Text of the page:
With all deference to your Huw-ness, I will render the following on leaf shutter synchronization.

First, I don't take camera equipment or watches apart as I seem to have a better talent for losing small parts than reassembling the item. So, I have not personally ever taken a large format shutter apart to see or test how it synchronizes - nor do I intend to for the above stated reason.

Secondly, I can only go on what I was taught in photo school, the information in my photo books, and 35 years of experience.

What Stroebel says about synchronization is as follows:

"It is sometimes assumed that because of the short duration of the light from electronic flash tubes, none of the light can be cut off by the shutter and the guide number will remain constant at all exposures."

"...makes it possible for the shutter blades to close soon enough to prevent some of the light from reaching the film. A test made with one type of electronic flash unit revealed that only 59% of the light was transmitted at 1/500 of a second compared to 1/100 of a second and slower speeds..."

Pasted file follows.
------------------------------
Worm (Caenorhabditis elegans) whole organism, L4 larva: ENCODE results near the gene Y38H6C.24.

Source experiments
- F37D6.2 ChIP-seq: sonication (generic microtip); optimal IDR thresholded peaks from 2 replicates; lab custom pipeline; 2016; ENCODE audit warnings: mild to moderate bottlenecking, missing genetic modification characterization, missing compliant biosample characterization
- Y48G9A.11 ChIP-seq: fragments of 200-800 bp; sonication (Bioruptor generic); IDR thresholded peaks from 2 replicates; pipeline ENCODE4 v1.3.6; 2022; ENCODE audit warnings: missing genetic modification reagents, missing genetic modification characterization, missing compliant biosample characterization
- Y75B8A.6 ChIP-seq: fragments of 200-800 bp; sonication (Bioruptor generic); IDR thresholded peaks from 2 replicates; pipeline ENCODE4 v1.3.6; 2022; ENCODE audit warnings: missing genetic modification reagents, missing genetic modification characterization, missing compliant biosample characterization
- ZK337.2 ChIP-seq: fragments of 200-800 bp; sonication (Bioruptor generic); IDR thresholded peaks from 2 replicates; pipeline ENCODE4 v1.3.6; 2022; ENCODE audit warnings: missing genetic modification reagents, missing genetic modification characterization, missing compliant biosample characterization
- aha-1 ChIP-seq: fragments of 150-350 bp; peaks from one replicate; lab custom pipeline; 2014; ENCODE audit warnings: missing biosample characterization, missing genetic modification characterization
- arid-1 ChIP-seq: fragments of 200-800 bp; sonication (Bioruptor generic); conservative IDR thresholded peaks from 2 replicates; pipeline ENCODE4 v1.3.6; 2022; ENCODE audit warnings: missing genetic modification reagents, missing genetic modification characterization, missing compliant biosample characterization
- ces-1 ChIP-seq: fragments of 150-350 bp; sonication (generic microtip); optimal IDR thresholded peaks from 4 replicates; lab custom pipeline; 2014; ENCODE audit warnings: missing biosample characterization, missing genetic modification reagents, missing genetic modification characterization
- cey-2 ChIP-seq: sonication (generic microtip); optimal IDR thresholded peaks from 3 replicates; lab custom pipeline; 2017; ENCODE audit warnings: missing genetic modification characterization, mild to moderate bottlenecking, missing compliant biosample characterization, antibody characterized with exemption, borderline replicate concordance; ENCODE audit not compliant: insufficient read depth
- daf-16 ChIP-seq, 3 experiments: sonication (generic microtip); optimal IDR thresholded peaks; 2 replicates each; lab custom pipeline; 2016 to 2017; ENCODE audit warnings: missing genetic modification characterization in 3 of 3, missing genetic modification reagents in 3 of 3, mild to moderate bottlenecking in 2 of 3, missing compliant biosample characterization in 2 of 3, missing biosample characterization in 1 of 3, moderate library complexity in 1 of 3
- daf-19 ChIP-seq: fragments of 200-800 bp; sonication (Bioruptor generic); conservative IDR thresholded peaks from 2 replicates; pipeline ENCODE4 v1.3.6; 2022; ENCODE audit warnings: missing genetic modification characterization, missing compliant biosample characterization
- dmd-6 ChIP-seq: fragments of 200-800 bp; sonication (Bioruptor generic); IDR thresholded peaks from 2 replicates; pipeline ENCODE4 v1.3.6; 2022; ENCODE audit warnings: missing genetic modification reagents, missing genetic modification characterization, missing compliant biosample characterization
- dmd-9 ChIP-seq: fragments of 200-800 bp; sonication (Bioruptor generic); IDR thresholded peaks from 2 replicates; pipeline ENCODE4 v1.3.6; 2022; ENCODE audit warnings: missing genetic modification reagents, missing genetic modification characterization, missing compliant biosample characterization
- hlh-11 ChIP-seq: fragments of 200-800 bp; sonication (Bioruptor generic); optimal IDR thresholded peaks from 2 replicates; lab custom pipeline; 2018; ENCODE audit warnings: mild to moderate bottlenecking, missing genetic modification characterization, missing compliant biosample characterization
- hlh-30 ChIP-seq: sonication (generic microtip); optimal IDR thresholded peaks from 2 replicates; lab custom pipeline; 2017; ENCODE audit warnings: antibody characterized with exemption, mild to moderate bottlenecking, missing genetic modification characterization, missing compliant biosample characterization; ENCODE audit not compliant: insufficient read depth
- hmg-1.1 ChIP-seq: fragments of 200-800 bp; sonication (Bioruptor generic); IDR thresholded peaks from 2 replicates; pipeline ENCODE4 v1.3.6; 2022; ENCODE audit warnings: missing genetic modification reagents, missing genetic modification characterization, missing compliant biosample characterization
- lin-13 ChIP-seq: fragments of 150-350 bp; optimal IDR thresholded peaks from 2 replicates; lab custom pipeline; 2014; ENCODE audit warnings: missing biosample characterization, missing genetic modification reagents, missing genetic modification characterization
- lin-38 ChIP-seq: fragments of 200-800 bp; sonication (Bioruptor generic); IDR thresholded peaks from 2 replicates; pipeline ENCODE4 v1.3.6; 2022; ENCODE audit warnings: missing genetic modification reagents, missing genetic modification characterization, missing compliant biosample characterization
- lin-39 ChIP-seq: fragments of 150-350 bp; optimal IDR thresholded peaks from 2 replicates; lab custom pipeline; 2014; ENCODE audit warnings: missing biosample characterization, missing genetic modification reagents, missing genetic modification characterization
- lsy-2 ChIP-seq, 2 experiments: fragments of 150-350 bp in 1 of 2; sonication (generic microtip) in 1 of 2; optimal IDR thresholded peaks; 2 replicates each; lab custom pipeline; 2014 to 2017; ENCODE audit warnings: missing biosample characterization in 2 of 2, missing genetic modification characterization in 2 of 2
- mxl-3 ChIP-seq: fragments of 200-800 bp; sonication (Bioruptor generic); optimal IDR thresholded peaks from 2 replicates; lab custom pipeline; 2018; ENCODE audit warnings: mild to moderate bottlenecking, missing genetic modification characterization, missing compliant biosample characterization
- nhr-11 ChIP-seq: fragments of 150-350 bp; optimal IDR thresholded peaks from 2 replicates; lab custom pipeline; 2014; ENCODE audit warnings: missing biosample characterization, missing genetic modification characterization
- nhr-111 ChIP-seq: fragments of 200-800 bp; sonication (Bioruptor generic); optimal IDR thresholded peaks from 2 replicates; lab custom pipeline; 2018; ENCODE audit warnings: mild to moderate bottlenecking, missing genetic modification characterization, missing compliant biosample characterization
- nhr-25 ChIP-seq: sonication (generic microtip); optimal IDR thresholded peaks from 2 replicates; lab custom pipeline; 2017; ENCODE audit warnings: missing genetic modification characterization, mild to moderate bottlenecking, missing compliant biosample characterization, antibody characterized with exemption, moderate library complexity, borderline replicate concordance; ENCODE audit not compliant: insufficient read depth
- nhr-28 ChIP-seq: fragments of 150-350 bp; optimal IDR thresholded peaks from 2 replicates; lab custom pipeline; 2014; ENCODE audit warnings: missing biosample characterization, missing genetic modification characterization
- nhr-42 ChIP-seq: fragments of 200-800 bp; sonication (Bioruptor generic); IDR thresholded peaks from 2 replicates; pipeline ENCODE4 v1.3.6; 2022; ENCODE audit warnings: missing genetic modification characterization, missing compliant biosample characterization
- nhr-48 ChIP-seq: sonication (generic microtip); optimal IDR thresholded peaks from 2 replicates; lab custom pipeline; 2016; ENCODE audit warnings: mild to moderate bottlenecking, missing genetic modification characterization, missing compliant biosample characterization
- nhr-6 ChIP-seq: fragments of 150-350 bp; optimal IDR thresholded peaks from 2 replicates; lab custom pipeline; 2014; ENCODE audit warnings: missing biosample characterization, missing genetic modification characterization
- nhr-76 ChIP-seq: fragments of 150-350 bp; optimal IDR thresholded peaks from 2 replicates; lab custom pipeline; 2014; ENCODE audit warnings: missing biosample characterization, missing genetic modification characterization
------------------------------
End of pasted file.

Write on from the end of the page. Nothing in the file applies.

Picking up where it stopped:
"Changing the exposure time setting from 1/30 second to 1/500 second reduces the light from a continuous source to approximately 1/17, but reduces the light from flash lamps to approximately 1/4."

Lastly, all shutters (focal plane or leaf shutters) have a built-in synchronization delay. With a leaf shutter, it can be as long as 30 milliseconds. What the designers are trying to do is get the shutter to the fully open portion of the total shutter open/close cycle before the flash is triggered as you stated. This requires a delay.

My point being that unless the shutter has a continuously variable delay (most that I know of don't do that), you are better off to use slower shutter speeds with an electronic flash. Or, you will need to do testing to see the change in exposure caused by the faster shutter speed.

Heck, I could be wrong, Leslie Stroebel could be wrong, the Langford Manual of Photography could be wrong - but...

This has been borne out in my own inadvertant (OK- mistake) electronic flash exposures. When the shutter was set at 1/250 with the correct f/stop, the transparency appeared about 1/4 stop under exposed. When I changed the shutter speed to 1/15 second with the same f/stop of the same subject it was correctly exposed.

However, as someone once said, "your mileage may vary with usage..."